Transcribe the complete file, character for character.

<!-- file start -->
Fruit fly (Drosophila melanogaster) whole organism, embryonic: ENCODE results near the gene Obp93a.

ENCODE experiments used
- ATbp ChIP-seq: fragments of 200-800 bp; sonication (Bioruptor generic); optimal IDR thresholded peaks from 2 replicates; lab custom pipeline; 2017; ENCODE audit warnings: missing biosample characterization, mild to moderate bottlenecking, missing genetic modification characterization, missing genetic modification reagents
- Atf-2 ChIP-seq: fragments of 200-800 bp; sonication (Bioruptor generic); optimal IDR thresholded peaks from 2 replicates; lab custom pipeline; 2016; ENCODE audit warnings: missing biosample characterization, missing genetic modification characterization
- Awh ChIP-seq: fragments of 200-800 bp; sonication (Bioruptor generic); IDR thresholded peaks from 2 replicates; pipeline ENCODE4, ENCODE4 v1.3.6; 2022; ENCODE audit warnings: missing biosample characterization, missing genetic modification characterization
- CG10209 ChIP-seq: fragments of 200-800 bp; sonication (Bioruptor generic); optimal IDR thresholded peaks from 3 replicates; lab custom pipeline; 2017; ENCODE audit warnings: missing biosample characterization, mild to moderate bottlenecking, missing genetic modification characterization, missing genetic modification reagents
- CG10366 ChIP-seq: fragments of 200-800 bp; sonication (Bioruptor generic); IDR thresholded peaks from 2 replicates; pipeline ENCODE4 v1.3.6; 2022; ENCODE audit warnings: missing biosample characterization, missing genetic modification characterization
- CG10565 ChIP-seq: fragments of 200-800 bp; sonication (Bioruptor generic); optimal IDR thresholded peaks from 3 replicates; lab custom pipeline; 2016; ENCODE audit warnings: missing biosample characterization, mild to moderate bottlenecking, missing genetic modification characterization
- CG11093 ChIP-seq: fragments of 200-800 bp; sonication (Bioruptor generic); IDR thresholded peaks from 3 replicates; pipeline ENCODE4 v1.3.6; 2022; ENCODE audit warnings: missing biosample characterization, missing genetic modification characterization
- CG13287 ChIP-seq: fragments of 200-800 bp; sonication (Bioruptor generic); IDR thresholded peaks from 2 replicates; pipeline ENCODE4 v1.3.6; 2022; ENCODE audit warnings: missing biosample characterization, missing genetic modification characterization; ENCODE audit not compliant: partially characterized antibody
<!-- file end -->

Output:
Fruit fly (Drosophila melanogaster) whole organism, embryonic: ENCODE results near the gene Obp93a.

ENCODE experiments used
- ATbp ChIP-seq: fragments of 200-800 bp; sonication (Bioruptor generic); optimal IDR thresholded peaks from 2 replicates; lab custom pipeline; 2017; ENCODE audit warnings: missing biosample characterization, mild to moderate bottlenecking, missing genetic modification characterization, missing genetic modification reagents
- Atf-2 ChIP-seq: fragments of 200-800 bp; sonication (Bioruptor generic); optimal IDR thresholded peaks from 2 replicates; lab custom pipeline; 2016; ENCODE audit warnings: missing biosample characterization, missing genetic modification characterization
- Awh ChIP-seq: fragments of 200-800 bp; sonication (Bioruptor generic); IDR thresholded peaks from 2 replicates; pipeline ENCODE4, ENCODE4 v1.3.6; 2022; ENCODE audit warnings: missing biosample characterization, missing genetic modification characterization
- CG10209 ChIP-seq: fragments of 200-800 bp; sonication (Bioruptor generic); optimal IDR thresholded peaks from 3 replicates; lab custom pipeline; 2017; ENCODE audit warnings: missing biosample characterization, mild to moderate bottlenecking, missing genetic modification characterization, missing genetic modification reagents
- CG10366 ChIP-seq: fragments of 200-800 bp; sonication (Bioruptor generic); IDR thresholded peaks from 2 replicates; pipeline ENCODE4 v1.3.6; 2022; ENCODE audit warnings: missing biosample characterization, missing genetic modification characterization
- CG10565 ChIP-seq: fragments of 200-800 bp; sonication (Bioruptor generic); optimal IDR thresholded peaks from 3 replicates; lab custom pipeline; 2016; ENCODE audit warnings: missing biosample characterization, mild to moderate bottlenecking, missing genetic modification characterization
- CG11093 ChIP-seq: fragments of 200-800 bp; sonication (Bioruptor generic); IDR thresholded peaks from 3 replicates; pipeline ENCODE4 v1.3.6; 2022; ENCODE audit warnings: missing biosample characterization, missing genetic modification characterization
- CG13287 ChIP-seq: fragments of 200-800 bp; sonication (Bioruptor generic); IDR thresholded peaks from 2 replicates; pipeline ENCODE4 v1.3.6; 2022; ENCODE audit warnings: missing biosample characterization, missing genetic modification characterization; ENCODE audit not compliant: partially characterized antibody